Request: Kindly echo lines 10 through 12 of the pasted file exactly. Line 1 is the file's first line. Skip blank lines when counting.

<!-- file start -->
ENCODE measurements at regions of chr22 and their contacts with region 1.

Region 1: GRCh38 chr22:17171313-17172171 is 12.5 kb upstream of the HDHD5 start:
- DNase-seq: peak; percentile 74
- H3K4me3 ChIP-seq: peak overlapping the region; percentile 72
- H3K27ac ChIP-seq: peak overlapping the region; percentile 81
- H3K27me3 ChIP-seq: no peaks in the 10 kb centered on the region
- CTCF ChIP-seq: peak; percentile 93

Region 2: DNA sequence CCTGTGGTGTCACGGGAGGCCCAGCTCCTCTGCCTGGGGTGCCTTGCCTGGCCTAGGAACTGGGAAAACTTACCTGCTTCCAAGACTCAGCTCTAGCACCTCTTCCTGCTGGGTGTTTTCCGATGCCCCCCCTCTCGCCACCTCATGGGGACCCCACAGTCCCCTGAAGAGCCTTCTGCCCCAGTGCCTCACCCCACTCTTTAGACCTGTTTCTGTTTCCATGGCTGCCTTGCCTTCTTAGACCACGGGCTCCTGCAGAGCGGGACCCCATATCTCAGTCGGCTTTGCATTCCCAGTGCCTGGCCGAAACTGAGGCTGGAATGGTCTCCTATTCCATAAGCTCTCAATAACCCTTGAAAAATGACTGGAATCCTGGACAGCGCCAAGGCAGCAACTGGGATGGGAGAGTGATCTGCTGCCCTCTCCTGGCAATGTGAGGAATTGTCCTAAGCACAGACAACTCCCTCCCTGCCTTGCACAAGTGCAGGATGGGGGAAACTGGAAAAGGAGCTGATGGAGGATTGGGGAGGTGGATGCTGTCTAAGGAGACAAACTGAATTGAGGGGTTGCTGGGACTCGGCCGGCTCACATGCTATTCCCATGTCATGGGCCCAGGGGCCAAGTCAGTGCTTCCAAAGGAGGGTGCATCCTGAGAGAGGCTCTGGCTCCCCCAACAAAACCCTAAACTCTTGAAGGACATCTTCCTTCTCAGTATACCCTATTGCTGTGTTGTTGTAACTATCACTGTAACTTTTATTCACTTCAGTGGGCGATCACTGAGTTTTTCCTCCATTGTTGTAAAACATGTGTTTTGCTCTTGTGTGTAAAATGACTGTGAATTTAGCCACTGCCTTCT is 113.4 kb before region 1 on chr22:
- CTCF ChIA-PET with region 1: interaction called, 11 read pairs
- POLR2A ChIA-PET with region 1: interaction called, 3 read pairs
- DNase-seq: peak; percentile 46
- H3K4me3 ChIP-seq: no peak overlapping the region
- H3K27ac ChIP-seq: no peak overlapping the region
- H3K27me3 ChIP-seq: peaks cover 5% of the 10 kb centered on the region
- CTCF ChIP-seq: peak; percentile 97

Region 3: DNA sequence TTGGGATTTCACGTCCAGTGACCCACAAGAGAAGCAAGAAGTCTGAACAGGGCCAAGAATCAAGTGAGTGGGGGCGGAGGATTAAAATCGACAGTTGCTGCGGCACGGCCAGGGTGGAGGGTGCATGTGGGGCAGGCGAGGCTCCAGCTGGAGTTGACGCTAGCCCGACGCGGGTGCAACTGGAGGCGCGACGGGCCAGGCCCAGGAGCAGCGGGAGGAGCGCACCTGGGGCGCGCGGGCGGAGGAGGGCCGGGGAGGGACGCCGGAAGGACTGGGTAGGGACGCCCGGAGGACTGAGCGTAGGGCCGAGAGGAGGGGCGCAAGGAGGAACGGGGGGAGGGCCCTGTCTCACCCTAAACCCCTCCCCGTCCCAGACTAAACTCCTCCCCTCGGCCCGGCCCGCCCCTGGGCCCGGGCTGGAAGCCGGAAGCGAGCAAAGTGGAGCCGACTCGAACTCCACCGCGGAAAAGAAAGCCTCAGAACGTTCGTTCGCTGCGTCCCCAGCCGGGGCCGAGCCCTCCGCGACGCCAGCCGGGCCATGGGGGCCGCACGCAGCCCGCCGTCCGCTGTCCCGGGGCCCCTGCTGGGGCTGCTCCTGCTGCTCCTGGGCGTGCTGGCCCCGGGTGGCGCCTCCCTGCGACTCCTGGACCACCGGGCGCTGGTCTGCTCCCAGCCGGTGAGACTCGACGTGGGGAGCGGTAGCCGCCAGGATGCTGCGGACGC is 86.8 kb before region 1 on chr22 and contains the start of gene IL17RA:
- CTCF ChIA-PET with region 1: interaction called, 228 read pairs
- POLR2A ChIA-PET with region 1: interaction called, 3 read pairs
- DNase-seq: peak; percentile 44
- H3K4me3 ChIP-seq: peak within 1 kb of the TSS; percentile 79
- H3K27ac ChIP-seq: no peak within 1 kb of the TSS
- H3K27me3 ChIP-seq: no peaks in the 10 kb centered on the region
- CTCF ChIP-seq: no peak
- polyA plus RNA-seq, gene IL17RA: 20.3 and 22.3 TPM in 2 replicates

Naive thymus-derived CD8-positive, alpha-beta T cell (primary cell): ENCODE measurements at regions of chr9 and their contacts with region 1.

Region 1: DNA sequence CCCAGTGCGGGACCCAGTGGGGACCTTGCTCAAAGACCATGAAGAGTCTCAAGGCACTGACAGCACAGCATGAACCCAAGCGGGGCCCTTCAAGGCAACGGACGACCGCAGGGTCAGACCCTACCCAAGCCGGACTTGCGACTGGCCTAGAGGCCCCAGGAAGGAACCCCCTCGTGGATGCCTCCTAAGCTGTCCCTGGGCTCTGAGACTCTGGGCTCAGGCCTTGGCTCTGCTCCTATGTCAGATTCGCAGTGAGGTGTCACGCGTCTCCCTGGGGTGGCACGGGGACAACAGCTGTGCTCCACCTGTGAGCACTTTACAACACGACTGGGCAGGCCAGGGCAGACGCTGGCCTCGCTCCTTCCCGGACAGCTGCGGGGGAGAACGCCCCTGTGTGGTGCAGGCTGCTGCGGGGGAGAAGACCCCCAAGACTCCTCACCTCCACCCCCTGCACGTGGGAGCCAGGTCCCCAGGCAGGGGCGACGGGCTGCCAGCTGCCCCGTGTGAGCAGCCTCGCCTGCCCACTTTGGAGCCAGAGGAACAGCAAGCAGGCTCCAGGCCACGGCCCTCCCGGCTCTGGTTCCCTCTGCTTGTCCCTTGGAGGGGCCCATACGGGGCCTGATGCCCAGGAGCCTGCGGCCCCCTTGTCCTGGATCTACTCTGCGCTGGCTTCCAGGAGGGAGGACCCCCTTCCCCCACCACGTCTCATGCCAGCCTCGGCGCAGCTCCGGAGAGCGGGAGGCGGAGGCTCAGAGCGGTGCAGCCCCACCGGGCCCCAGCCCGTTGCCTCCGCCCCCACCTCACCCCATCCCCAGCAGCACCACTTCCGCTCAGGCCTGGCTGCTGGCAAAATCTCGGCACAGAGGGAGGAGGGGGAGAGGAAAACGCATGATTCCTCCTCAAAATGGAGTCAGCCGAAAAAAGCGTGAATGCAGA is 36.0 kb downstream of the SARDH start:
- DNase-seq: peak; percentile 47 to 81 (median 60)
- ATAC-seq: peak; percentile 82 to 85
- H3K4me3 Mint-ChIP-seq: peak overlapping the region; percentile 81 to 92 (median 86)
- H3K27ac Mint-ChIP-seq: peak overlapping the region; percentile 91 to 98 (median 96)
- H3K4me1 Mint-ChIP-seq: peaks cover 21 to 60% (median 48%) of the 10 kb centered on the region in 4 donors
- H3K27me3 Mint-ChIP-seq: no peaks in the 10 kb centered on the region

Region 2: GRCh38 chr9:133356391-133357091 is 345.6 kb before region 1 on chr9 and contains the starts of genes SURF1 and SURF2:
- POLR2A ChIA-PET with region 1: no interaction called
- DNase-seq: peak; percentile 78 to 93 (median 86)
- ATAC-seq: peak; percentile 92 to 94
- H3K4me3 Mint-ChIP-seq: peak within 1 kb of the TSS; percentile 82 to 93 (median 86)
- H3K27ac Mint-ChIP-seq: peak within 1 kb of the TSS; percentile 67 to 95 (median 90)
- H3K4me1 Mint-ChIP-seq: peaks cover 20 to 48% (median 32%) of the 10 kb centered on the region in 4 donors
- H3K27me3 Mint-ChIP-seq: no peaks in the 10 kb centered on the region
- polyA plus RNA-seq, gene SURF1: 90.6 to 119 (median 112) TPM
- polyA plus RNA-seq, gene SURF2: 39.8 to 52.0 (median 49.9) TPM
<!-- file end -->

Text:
- POLR2A ChIA-PET with region 1: interaction called, 3 read pairs
- DNase-seq: peak; percentile 46
- H3K4me3 ChIP-seq: no peak overlapping the region